Boeing detects defective parts in more than 300 aircraft of the model 737

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    Boeing detects defective parts in more than 300 aircraft of the model 737 Photograph of a Boeing 737 MAX 8 aircraft of American Airlines at the LaGuardia airport in New York (United States). EFE / Archive

    Washington, DC – The Boeign company has informed US aviation authorities that more than 300 aircraft of the 737 NG and 737 MAX have “improperly manufactured” parts, the Federal Aeronautics Authority (FAA) reported.

    One of the affected parts is the mechanism at the leading edge of the wings that modifies the characteristics of ascent and resistance during takeoffs and landings, along with 148 parts from a Boeing supplier, the FAA said in a statement.

    According to the FAA, in its investigation it has determined that there are 32 Boeign NG and 33 Boeing MAX affected in the United States.

    In total, and all over the world, “133 NG and 179 MAX” are the planes affected by these defective parts, according to the FAA.

    Almost all countries in the world keep this model of aircraft on the ground, after two accidents occurred in about five months.

    In October 2918 a flight of the airline Lion Air crashed 12 minutes after the takeoff in Indonesia causing the death of 189 passengers and crew. In March an Ethiopian Airline flight crashed six minutes after takeoff leaving 157 people dead.

    Boeing announced in mid-May that it had completed the software update and finalized its corresponding tests, with 207 flights and more than 360 hours in the air, in preparation for the devices to be able to operate again, and that it was providing the FAA with information additional required

    According to the FAA’s recent note, “affected parts may be susceptible to premature failure or cracking as a result of the improper manufacturing process.”

    “Although a complete failure of the wing mechanism would not result in the loss of the aircraft, the risk remains that a failed part will cause damage to the plane in flight,” he added.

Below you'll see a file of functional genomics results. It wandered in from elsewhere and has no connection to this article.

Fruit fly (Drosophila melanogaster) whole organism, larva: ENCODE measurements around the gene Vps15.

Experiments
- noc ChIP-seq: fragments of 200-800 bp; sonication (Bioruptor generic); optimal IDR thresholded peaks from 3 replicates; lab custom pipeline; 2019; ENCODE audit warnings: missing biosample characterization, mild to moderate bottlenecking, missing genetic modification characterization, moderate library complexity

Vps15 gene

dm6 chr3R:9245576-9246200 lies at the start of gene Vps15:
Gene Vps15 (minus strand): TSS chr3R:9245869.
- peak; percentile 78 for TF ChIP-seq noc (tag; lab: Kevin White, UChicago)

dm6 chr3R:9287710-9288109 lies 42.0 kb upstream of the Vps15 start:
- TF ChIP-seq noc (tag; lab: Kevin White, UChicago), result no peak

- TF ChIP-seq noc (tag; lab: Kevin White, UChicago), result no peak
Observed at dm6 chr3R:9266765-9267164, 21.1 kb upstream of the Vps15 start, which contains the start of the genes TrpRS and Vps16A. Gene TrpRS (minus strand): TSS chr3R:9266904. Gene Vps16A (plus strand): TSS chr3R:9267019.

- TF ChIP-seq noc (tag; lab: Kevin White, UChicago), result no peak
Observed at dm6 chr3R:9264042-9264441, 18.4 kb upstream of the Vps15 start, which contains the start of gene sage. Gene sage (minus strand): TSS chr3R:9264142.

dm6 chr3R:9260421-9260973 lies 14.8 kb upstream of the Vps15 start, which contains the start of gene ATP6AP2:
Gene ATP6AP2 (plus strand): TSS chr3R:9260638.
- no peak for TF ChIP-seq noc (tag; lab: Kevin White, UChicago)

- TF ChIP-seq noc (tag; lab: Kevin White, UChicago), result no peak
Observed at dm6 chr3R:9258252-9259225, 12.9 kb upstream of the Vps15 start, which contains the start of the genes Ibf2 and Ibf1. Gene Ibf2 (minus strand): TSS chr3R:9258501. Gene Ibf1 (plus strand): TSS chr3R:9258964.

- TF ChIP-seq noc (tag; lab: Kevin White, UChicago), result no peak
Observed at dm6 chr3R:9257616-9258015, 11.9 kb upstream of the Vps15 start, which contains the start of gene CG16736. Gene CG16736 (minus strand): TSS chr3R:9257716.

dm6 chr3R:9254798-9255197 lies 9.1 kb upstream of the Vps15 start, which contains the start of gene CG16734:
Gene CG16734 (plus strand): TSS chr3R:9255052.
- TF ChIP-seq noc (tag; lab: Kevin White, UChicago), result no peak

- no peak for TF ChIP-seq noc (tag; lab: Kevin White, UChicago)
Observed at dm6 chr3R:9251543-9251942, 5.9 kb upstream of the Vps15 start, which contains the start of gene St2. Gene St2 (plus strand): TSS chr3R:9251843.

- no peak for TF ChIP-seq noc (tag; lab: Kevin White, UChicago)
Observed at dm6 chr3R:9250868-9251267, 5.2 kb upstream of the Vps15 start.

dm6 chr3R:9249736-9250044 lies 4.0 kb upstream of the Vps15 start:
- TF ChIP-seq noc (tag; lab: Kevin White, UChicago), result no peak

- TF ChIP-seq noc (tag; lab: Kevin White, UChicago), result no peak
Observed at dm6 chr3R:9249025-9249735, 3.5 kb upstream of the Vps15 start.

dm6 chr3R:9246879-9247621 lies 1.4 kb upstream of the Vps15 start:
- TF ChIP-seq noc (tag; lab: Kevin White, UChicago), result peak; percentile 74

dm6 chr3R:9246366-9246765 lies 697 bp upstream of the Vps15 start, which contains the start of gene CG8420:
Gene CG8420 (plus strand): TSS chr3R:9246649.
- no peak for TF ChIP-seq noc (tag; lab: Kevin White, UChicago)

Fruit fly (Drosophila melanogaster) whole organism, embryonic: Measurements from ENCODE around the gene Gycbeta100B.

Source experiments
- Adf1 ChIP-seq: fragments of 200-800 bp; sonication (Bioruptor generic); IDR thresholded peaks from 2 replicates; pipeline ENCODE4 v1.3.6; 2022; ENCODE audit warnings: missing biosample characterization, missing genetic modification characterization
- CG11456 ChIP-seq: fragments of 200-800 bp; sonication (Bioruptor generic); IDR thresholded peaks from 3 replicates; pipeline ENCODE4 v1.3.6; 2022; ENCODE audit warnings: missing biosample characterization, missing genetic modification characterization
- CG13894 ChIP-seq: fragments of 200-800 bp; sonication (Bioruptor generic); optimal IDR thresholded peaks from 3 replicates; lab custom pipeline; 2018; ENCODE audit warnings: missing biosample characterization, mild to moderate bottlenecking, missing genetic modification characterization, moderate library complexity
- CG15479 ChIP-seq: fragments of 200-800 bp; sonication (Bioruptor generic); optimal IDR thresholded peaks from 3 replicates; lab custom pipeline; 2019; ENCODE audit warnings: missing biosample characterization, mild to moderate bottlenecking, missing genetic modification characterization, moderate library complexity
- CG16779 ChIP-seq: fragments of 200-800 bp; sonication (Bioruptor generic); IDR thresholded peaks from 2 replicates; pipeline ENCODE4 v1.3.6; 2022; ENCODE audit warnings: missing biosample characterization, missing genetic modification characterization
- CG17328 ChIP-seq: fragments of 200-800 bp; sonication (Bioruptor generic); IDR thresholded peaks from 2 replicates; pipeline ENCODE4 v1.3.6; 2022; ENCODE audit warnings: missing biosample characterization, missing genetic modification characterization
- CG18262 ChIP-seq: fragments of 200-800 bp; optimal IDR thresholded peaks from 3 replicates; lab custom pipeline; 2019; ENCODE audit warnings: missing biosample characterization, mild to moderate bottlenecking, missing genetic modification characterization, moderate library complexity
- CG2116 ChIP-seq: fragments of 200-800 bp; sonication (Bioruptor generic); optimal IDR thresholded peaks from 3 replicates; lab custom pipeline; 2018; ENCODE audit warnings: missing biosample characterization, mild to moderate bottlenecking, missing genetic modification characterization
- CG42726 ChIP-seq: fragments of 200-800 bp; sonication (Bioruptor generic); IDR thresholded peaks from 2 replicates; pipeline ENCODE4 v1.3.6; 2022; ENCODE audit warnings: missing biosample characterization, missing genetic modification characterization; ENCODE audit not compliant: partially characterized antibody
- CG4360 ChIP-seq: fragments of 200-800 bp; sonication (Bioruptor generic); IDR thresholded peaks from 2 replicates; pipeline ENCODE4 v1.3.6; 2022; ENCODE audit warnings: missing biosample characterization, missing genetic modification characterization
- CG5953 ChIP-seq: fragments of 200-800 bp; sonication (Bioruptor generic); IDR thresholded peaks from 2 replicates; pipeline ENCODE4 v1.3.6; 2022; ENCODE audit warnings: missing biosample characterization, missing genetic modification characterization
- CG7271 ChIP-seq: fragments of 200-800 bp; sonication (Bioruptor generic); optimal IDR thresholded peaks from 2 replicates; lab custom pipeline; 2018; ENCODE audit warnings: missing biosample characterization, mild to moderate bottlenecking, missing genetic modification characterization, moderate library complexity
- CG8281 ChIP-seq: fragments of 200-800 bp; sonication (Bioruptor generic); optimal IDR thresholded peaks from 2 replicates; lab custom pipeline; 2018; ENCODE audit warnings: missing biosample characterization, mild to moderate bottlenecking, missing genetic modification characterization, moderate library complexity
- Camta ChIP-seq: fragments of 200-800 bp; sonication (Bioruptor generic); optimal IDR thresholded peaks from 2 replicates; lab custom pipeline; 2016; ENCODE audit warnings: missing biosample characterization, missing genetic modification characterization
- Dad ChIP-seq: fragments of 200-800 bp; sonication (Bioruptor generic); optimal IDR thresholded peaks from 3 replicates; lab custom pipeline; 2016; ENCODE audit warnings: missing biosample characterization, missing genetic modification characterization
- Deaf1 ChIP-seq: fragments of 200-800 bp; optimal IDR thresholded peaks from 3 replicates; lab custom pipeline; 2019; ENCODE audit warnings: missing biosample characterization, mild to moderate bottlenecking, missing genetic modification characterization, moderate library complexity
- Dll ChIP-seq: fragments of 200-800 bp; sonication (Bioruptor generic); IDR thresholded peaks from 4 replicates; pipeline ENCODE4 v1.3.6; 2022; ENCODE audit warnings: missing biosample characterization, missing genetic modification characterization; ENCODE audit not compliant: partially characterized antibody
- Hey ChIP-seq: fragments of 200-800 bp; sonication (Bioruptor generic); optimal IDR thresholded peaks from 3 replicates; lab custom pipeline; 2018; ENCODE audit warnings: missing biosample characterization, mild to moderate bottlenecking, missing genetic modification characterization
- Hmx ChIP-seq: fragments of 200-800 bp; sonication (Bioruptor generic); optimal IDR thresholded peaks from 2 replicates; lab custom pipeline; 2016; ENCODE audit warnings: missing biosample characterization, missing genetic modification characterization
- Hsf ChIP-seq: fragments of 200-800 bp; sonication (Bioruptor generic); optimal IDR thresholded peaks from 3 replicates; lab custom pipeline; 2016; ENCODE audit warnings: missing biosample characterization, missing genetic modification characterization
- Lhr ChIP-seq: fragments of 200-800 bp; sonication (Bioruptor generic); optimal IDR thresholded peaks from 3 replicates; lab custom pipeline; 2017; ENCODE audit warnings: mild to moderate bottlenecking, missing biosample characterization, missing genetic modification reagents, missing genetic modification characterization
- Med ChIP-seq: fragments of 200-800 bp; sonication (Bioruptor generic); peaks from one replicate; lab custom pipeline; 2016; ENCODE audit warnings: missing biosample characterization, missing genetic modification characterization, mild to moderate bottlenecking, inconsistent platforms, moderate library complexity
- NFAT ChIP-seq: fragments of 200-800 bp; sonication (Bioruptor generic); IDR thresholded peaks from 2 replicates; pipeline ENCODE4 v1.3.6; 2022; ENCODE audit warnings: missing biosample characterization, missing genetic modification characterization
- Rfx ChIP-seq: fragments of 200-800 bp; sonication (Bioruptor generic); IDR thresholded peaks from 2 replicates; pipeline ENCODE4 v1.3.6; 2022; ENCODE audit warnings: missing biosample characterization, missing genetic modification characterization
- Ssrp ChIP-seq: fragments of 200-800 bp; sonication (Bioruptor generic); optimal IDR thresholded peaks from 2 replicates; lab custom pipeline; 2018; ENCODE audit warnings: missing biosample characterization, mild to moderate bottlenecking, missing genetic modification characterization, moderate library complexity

This Monday in Seoul, the International Air Transport Association (IATA) noted the need to maintain unified criteria in regulatory matters after the case of the 737 MAX and with the approval of resolutions covering environmental aspects.

    The need to review the certification processes in order to avoid discrepancies such as the views after the October and March accidents of that model of the aircraft of the American Boeing have been a recurring theme during the 75th General Assembly of IATA, held this year in Seoul

    Although finally the 737 MAX has been vetoed in the skies of most of the world, the apparent lack of consensus of the different regulators after the two accidents that left 346 dead and not a single survivor have questioned the mentioned frame and removed to the light apparent discrepancies.

    Following the announcement of the FAA, Kevin McAllister, president and chief executive of Boeing Commecial Airplanes, told the media that the firm “has contacted the 737 operators advising them to inspect the wing mechanisms of certain aircraft.”

    The Boeing 737 is a narrow cabin aircraft that made its first flight in January 2016, and its main users include the Southwest Airlines and American Airlines, as well as Air Canada and China Southern Airlines.

    Until last March, the Chicago-based firm had manufactured 393 of those planes, each costing about $ 100 million. (EFEUSA)

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